The determination of whether words or conduct are actionable in character is to be made on an objective rather than subjective standard, from common acceptation. The unwarranted intrusion must be calculated to cause "severe emotional distress" to a person of ordinary sensibilities, in the absence of special knowledge or notice.
Plaintiff, while shopping in defendant's store, inquired as to the price of an item and was insulted by defendant's employee. The insulting language allegedly caused plaintiff to suffer mental suffering or emotional distress, and an ensuing heart attack and aggravation of pre-existing heart disease. Plaintiff initiated suit for damages arising from insult, and alleged, in the alternative, that the language was used in a malicious or grossly reckless manner, or with intent to inflict great mental and emotional disturbance to plaintiff. On defendant's motion, the trial court dismissed plaintiff's suit for failure to state a cause of action, as plaintiff's jurisdiction did not recognize an independent tort action for intentional infliction of emotional distress. The case was appealed.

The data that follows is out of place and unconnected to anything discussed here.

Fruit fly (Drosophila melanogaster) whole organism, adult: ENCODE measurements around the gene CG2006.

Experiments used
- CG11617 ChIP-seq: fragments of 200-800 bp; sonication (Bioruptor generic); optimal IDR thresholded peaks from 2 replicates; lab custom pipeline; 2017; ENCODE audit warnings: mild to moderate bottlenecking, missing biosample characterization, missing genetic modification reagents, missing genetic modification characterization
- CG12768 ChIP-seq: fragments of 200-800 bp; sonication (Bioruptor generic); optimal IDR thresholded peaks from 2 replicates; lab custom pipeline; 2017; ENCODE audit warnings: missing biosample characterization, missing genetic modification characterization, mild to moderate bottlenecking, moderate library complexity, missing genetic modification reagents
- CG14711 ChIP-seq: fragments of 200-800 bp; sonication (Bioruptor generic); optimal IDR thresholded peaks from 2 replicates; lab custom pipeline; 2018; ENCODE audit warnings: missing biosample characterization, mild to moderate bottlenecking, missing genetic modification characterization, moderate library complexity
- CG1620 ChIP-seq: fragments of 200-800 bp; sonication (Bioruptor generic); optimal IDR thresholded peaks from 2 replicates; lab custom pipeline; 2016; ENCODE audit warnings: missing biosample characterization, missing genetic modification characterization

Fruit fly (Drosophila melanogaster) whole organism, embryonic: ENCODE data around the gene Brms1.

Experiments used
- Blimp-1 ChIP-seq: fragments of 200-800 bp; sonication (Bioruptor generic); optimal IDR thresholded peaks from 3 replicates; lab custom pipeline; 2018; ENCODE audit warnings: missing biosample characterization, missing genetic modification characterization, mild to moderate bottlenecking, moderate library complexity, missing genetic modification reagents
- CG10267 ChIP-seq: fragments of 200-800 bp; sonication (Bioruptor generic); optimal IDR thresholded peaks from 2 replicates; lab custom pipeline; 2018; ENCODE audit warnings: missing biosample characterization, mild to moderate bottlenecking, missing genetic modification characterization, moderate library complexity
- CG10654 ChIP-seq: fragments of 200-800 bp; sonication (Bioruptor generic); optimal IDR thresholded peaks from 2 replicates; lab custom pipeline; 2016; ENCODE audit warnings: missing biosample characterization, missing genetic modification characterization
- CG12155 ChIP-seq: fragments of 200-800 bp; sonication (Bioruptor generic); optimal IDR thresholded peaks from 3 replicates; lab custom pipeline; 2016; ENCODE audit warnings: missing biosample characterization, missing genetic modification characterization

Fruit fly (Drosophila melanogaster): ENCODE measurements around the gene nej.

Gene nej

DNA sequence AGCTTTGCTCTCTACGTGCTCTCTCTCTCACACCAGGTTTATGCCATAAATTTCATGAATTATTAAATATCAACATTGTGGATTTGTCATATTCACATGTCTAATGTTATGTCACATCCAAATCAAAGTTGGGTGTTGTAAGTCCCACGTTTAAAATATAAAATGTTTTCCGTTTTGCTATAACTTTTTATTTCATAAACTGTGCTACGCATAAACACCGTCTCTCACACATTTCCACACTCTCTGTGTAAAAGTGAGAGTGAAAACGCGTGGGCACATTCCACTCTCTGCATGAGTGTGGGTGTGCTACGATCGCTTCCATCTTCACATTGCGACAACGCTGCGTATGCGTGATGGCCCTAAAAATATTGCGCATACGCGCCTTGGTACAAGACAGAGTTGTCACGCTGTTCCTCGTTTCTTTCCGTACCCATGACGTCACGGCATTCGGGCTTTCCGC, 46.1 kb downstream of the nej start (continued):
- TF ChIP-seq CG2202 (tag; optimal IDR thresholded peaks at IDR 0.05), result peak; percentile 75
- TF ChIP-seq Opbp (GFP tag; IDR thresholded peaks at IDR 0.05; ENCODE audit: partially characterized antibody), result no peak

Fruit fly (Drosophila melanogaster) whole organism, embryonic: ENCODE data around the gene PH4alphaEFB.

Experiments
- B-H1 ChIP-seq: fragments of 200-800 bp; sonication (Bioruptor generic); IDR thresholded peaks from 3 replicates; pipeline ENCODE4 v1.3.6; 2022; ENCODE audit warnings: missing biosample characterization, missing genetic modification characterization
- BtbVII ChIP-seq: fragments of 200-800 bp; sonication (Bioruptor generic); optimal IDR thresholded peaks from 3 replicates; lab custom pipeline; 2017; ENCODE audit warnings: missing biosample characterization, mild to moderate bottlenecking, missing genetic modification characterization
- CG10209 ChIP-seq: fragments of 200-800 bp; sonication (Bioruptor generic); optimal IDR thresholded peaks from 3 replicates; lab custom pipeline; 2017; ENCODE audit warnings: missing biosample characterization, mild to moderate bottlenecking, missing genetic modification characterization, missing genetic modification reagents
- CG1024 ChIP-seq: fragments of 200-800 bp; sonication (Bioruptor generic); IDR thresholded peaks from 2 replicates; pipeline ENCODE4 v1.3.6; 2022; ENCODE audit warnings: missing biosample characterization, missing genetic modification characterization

Can insults hold the offender liable for intentional infliction of emotional distress that are not meant to cause serious effect?
The court declined to recognize the existence of the new tort, an independent cause of action for intentional infliction of emotional distress, and thus ruled that plaintiff's cause was properly dismissed.